New research published this month by scientists at UH-Manoa, Nanjing University of Information Science and Technology, and NOAA’s Honolulu National Weather Service (NWS) Office determined that the relationship between La Niña and rainfall in Hawaii has changed and recent La Niña years have brought less-than-normal rainfall.
Historically when El Niño events occur, Hawaii has experienced nearly six months of drought, from November to April. Conversely, during La Niña events rainfall has been greater than normal – building up Hawai’i’s groundwater supply.
Because the La Niña events have brought excess rainfall to the state in the past, this new information indicating decreased rainfall during recent La Niña events has important implications for agriculture, water resource management and more.
Hawaii state climatologist Pao-Shin Chu and his fellow report co-authors analyzed data from 50 rain gauges managed by the National Weather Service throughout the state, which provided rainfall measurements from 1956 to 2010. A statistical analysis, called a changepoint analysis, determined that the shift – from excess rainfall to less-than-normal rainfall – during La Niña years occurred in 1983.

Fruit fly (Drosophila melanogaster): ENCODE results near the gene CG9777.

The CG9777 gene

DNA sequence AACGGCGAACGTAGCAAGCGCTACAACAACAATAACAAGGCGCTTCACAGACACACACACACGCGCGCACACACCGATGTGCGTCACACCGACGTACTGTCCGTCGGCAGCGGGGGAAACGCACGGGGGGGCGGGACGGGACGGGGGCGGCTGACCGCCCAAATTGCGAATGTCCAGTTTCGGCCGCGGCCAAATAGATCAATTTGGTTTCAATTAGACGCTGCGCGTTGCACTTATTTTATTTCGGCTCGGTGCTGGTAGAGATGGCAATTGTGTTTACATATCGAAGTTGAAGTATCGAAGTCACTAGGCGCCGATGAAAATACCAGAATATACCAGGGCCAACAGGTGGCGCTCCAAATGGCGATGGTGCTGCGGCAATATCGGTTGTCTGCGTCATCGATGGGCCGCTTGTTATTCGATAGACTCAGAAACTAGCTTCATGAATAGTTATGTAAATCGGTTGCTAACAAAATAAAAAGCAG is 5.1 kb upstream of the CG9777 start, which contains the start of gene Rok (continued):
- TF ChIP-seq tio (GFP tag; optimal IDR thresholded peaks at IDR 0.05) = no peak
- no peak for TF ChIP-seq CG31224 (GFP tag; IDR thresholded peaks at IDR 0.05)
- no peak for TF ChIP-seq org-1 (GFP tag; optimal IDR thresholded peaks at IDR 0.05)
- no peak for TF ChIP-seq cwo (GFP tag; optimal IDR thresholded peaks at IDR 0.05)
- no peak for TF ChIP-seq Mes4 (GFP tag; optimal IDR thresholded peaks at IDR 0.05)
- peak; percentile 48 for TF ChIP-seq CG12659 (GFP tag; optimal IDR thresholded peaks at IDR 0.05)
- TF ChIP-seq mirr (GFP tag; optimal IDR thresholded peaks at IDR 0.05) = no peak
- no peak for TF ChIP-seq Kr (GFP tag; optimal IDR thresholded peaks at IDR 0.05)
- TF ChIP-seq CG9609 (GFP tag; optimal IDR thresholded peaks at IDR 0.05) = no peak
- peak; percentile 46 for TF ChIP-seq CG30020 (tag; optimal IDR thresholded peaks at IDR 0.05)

The researchers then compared factors affecting weather and climate between the two periods on either side of that shift – 1956 to 1982 and 1983 to 2010. This comparison uncovered changes in the large-scale atmospheric circulation patterns before and after the shift.
The strengthening, broadening and westward shifting of the eastern North Pacific subtropical high-pressure system, coupled with an eastward elongation and intensification of the subtropical jet stream, were found to be influential in reducing rainfall during the recent La Niña seasons.
Additionally, assessing storm-track data revealed that the changes found in the aforementioned circulation features created a less favorable environment for the development of Kona low-pressure systems and fronts in the vicinity of Hawaii. Variability in tropical sea surface temperatures and circulation features in the northern Pacific Ocean have also changed during La Niña wet seasons – further forcing the changes in La Niña-year rainfall.
“In the future, it may be possible to use a regional climate model to shed more light on the variability of rainfall in Hawaii,” said Chu.